The collective research results of an international team of astrophysicists studying the Hubble constant is featured in the July issue of the journal Nature Astronomy. Participating from Princeton’s Department of Astrophysical Sciences include the project’s leader, Kenta Hotokezaka, the Lyman Spitzer, Jr. Postdoctoral Fellow and Kento Masuda, NASA Sagan Postdoctoral Fellow.
Important in the study of cosmology, the Hubble constant is used to measure the expansion rate of the Universe. The 2017 discovery of the merger of two neutron stars, GW170817, has led to using new radio observations analyzing gravitational waves (GW) and electromagnetic localization (EM) as an independent measurement of the Hubble constant. This new method challenges the two most successful techniques for measuring the Hubble constant which are Planck predicted observations of the microwave background and Type la supernovae measurements of exploding stars. Since these two existing measurement standards are not in agreement with one another, Hotokezaka and his team decided to determine a third, independent value of the Hubble constant to better understand the expansion rate of the Universe.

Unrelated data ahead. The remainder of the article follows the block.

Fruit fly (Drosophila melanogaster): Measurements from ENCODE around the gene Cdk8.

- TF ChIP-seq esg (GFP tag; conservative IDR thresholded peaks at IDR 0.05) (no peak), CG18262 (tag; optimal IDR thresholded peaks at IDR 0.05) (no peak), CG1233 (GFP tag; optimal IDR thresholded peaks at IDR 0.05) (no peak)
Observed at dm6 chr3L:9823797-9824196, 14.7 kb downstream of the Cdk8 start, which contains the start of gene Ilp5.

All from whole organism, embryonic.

Princeton University’s online news page features a story about the research; the article can be read here